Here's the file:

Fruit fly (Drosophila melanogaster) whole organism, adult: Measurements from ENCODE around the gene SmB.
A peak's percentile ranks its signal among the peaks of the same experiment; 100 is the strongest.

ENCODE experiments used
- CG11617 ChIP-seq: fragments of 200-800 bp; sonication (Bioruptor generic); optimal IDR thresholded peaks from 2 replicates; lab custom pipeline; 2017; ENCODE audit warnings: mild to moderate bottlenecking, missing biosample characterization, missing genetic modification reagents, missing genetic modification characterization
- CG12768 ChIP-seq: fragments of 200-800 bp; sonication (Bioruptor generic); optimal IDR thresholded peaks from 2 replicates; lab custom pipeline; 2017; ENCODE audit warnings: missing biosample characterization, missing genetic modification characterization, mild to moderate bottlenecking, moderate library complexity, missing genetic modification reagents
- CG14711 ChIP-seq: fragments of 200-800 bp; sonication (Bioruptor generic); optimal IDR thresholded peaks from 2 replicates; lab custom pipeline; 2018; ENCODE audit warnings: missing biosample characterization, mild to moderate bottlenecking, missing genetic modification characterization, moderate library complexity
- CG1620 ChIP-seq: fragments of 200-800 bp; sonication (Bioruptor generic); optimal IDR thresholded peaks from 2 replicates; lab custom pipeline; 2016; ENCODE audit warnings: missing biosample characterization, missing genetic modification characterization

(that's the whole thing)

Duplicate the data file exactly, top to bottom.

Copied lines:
Fruit fly (Drosophila melanogaster) whole organism, adult: Measurements from ENCODE around the gene SmB.
A peak's percentile ranks its signal among the peaks of the same experiment; 100 is the strongest.

ENCODE experiments used
- CG11617 ChIP-seq: fragments of 200-800 bp; sonication (Bioruptor generic); optimal IDR thresholded peaks from 2 replicates; lab custom pipeline; 2017; ENCODE audit warnings: mild to moderate bottlenecking, missing biosample characterization, missing genetic modification reagents, missing genetic modification characterization
- CG12768 ChIP-seq: fragments of 200-800 bp; sonication (Bioruptor generic); optimal IDR thresholded peaks from 2 replicates; lab custom pipeline; 2017; ENCODE audit warnings: missing biosample characterization, missing genetic modification characterization, mild to moderate bottlenecking, moderate library complexity, missing genetic modification reagents
- CG14711 ChIP-seq: fragments of 200-800 bp; sonication (Bioruptor generic); optimal IDR thresholded peaks from 2 replicates; lab custom pipeline; 2018; ENCODE audit warnings: missing biosample characterization, mild to moderate bottlenecking, missing genetic modification characterization, moderate library complexity
- CG1620 ChIP-seq: fragments of 200-800 bp; sonication (Bioruptor generic); optimal IDR thresholded peaks from 2 replicates; lab custom pipeline; 2016; ENCODE audit warnings: missing biosample characterization, missing genetic modification characterization